Back in January 2009, I published the first half of my groundbreaking study on multicore support under Microsoft Windows. The article featured an in-depth look at multicore/multiprocessor performance under Windows 7, Vista, and XP, including extensive benchmark data for each platform. At the time, I concluded that Windows 7, and to a lesser degree Vista, delivered better scalability moving from single-core to dual- and quad-core architectures. However, I also noted that this advantage was not yet sufficient to allow Windows 7 to overtake the leaner, more efficient XP under heavy workloads.
What a difference a year makes! After revisiting my earlier test scenarios using a newer, Nehalem-based workstation (the HP Z800 with dual quad-core Xeon 5500-series CPUs), I'm pleased to report that Windows 7 not only closes the gap with Windows XP, but blows right past it, delivering results that are 47 to 178 percent faster overall. Moreover, Windows 7 shows far superior scalability, by a factor of more than 3.5, when moving from a single quad-core CPU (Core 2 Duo Extreme QX9300) to the dual quad-core, Hyper-Threading Xeons in our newer Z800 test bed.
In my earlier article, I posited that, as multicore PCs evolve and the number of cores increases, the superior scalability of the Windows 7 kernel would eventually overcome Windows XP in terms of raw application throughput. But I had figured this inflection point to be well into the many-core future and suggested we would be lucky to see Windows 7 overtaking XP before 16- or 32-core CPUs were commonplace. It's now clear that my prediction was off by a factor of 3 or 4, and that the point where a combination of multicore hardware and kernel tuning wins out over the simpler, brute-force approach of the XP kernel has already been reached.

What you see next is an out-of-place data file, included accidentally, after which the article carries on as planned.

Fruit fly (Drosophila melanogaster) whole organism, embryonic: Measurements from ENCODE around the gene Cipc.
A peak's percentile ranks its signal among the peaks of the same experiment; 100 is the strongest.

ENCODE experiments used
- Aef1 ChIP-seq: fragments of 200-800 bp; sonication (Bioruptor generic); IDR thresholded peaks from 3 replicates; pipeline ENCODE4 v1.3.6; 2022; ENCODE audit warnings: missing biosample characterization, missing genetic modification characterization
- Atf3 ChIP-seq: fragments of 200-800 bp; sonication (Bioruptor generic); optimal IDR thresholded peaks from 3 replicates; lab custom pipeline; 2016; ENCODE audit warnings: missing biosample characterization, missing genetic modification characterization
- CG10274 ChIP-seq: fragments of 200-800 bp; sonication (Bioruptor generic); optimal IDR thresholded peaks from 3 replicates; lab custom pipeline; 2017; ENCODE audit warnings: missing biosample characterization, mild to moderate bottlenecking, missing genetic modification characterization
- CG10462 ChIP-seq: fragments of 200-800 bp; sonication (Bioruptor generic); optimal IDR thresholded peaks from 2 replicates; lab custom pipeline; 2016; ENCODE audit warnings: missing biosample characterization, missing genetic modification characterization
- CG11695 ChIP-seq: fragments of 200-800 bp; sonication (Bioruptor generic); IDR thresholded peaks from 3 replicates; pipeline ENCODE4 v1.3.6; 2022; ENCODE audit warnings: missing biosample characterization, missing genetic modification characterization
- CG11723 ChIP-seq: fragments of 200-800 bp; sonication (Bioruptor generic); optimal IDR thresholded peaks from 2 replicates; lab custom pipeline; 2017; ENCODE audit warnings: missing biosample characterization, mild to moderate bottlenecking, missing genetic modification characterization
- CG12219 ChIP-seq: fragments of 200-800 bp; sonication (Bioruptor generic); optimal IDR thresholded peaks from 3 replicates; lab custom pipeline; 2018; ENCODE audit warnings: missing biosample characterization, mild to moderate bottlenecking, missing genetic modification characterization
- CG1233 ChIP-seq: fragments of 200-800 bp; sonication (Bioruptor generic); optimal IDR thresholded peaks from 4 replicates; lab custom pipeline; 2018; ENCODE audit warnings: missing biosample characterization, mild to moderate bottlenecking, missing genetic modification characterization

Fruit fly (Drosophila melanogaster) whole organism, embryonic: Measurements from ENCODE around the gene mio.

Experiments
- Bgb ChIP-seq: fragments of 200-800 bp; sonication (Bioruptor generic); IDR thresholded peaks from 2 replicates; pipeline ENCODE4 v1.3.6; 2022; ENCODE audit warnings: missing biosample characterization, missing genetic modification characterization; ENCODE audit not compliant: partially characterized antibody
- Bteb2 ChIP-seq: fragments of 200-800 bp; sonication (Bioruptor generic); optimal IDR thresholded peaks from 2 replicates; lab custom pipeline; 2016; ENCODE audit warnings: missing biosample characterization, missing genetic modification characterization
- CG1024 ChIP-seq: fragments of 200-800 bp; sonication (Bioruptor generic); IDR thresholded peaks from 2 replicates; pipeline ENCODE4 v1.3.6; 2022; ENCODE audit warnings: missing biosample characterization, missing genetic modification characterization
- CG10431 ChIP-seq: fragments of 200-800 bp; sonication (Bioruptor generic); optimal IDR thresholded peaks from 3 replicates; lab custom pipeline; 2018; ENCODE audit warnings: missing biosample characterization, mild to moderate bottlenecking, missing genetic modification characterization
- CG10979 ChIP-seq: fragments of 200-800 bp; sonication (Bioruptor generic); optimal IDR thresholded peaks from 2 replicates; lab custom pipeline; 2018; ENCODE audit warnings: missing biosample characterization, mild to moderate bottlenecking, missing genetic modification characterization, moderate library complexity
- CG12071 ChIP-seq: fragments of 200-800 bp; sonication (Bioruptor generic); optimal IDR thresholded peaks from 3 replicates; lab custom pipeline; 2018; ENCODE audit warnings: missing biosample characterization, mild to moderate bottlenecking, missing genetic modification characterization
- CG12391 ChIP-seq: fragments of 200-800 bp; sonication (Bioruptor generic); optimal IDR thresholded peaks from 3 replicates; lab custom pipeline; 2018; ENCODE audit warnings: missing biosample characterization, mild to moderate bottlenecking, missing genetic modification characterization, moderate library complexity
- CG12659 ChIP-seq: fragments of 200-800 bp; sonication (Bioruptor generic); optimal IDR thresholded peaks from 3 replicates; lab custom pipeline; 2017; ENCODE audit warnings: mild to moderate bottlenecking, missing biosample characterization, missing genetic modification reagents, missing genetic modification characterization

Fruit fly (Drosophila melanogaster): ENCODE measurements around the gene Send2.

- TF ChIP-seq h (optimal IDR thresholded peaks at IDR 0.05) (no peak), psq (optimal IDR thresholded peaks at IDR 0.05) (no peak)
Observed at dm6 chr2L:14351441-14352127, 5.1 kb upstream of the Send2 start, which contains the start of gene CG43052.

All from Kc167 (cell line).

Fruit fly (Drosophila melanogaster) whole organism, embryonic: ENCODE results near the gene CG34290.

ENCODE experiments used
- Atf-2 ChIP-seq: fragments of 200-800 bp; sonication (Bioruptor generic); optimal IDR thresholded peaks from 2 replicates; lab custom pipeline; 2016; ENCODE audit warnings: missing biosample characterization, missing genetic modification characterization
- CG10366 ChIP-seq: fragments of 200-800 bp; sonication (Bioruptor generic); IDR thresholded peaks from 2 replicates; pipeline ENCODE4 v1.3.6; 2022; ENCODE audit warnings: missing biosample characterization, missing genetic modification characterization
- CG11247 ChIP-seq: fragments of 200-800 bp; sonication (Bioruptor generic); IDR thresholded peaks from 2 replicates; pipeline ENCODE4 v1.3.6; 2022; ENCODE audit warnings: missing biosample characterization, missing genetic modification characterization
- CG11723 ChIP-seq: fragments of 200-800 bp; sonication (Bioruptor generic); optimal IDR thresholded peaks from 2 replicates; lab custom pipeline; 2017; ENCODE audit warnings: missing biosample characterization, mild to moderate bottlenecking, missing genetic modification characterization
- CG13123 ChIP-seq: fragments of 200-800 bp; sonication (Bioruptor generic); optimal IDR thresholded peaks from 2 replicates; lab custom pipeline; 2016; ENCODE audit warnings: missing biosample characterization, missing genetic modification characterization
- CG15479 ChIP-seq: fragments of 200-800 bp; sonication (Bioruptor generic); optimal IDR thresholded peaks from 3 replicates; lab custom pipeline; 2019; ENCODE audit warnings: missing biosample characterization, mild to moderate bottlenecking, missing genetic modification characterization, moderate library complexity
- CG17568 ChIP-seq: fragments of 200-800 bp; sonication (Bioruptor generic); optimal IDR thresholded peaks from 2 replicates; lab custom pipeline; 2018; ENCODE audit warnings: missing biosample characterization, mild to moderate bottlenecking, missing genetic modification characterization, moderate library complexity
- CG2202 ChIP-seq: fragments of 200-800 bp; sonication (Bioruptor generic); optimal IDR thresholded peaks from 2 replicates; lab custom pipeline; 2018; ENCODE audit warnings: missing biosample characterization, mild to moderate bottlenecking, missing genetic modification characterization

Simply put, Windows 7 is significantly faster than Windows XP when running heavy, multitasking workloads on advanced, multicore hardware. And when considered in light of current trends in PC hardware design and multicore road maps, this advantage should be enough to sway even the most ardent fence sitters to finally jump on the Windows 7 bandwagon.
Several factors conspire to give Windows 7 the edge on multicore. For example, the introduction of Non-Uniform Memory Access (NUMA)-based multiprocessor systems, like the HP Z800, are allowing for greater compute engine density in a commodity form factor. By combining multiple cores per CPU with multiple CPU sockets, PC vendors can deliver levels of scalability previously reserved for high-end servers, and they can do so at price points that would have been impossible to achieve using traditional, discrete processors.
Another factor is the transition away from the Front Side Bus architecture that has been a staple of Intel-based PC and workstation designs for years. In its place, Quick Path Interconnect (QPI), Intel's answer to AMD's HyperTransport, places a memory controller on the same die as the CPU, allowing the latter to directly access physical memory. The net result is much faster access to memory that is local to a particular CPU core and, when combined with a Level 3 cache, improved performance for juggling workloads across multiple CPUs.
Together, the NUMA and QPI advancements have served to drive the Intel architecture forward. However, they would both be for naught without support from the OS. Which is why the extensive multicore tuning that went into the Windows 7 kernel is so important. Without it, Windows users would be unable to leverage the performance-enhancing features of the latest Intel (and AMD) CPUs. In other words, to make the most of today's smarter CPUs, you need a smarter OS.